20Now when evening came, Jesus was reclining at the table with the twelve disciples.
21As they were eating, He said, “Truly I say to you that one of you will betray Me.”
22Being deeply grieved, they each one began to say to Him, “Surely not I, Lord?”
23And He answered, “He who dipped his hand with Me in the bowl is the one who will betray Me.
24“The Son of Man is to go, just as it is written of Him; but woe to that man by whom the Son of Man is betrayed! It would have been good for that man if he had not been born.”
25And Judas, who was betraying Him, said, “Surely it is not I, Rabbi?” Jesus said to him, “You have said it yourself.”

The subject of this passage is the betrayal that Christ was to face and its consequences for the betrayer. That is the point of the passage. What might have been good for Christ is not in view at all in this text. To claim this is to say that Christ shifted gears in the middle of his talk, first speaking of the woe that would come to Judas, then abruptly changing the subject to speak of what was good for Himself, and then just as abruptly switching back to speak of Judas. This goes against the logical flow of the text. First Christ states, “woe to that man by whom the Son of Man is betrayed!” and then immediately expands on that with these words: “It would have been good for that man if he had not been born.” For Christ to first speak of the woe awaiting Judas and then immediately change the subject to address what would be good for Himself would make no sense. Therefore, the idea that Christ was referring to himself is a forced interpretation.

Finally, the broader context of the Bible shows that it is highly unlikely that Christ would have considered Judas’ nonexistence to be good for Him. Jesus would have had to endure the cross no matter what. It was God’s will that this should happen. Thus, even if Judas had never been born, God would have definitely used some other means to bring Christ to the anguish and suffering of the cross. The agonies that Christ faced were inevitable, and he knew it well. He knew that the very reason for his coming into the world was to give up his life for sinful people: “The Son of Man did not come to be served, but to serve, and to give His life a ransom for many” (Matthew 20:28, NASB).

In light of this, Christ would not have said that He would have benefited by Judas’ nonexistence. It would be like a condemned criminal on his way to the electric chair, saying, “It would be good for me if that electric chair did not exist.” This would be a ridiculous statement because even if the governing authorities didn’t have the electric chair, they would carry out his death sentence in some other way. The man is doomed to die, and so he will die no matter what. So it was with Christ: Even if Judas had never been born— which could not have happened because it was part of God’s plan that he should betray Christ—God would have surely created some other sure means whereby Christ would have been betrayed. Christ’s mission of death for sin was inevitable.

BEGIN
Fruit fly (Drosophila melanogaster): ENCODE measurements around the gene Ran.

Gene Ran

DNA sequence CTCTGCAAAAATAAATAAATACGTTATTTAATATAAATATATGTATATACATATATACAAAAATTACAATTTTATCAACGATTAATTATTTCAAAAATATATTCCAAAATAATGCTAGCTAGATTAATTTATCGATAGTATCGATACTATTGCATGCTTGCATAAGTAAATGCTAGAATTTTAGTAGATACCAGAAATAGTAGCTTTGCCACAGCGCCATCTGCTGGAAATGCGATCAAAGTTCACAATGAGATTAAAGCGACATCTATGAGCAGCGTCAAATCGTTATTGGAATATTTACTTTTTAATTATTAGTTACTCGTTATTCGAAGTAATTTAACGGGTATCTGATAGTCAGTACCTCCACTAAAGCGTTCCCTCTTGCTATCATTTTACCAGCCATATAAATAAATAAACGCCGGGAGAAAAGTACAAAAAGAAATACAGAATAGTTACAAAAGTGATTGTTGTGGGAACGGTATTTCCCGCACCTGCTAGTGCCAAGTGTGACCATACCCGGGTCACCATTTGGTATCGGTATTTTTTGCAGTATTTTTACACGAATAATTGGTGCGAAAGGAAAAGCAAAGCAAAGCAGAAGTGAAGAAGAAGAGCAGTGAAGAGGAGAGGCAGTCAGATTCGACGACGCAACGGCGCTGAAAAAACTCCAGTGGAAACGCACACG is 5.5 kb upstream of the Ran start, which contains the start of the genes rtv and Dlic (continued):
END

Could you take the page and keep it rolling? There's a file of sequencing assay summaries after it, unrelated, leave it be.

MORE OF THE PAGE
The only sensible interpretation is that Judas’ nonexistence would have been good for Judas, and that because of the woe that Christ referred to earlier in the same sentence.

Some universalists object in another way, though, suggesting that the woe referred merely to Judas’ inner anguish due to guilt or fear of judgment. But no matter how intense such inner suffering might be, it could never make nonexistence good for him if he would be saved in the end, for in that case, even if he had to face the most horrible subjective anguish or future judgment before reaching salvation, he would still end up one day in eternal blessedness. Having never been born, however, would mean that he would miss out on this everlasting blessedness, eternal glory, unending fellowship with the Father, Son and Holy Spirit, and all the other myriad, indescribable joys of being in heaven forever. Therefore, in this view nonexistence could not have been good for him.

In addition, the grammar of the passage demands that the woe be interpreted as objective. The phrase, “but woe to that man” is “οὐαὶ δὲ τῷ ἀνθρώπῳ ἐκείνῳ.” The emphasized words in Greek are in English “the man,” and they are in the singular dative, indicating not what is inside the man but rather what will be to that man. It is a woe that will happen to him, not in him.

When the LORD first spoke through Hosea, the LORD said to Hosea, “Go, take to yourself a wife of whoredom and have children of whoredom, for the land commits great whoredom by forsaking the LORD.” So he went and took Gomer, the daughter of Diblaim, and she conceived and bore him a son. Continue reading

In my ongoing study of the Gospel of Mark with a friend, I came across the very interesting—and for some perplexing—account of Jesus’ causing the fruitless fig tree to wither. If we had attempted to interpret the passage on its own apart from the context, we would have been confused and would have misconstrued the text. Continue reading

Long ago St. Francis uttered some words that have unfortunately survived to this very day and constitute a popular quote among many Christians regarding evangelism: “Preach the gospel at all times. If necessary, use words.” This statement—or the thinking behind it—has perhaps become as popular in evangelical church culture as the Great Commission itself. Continue reading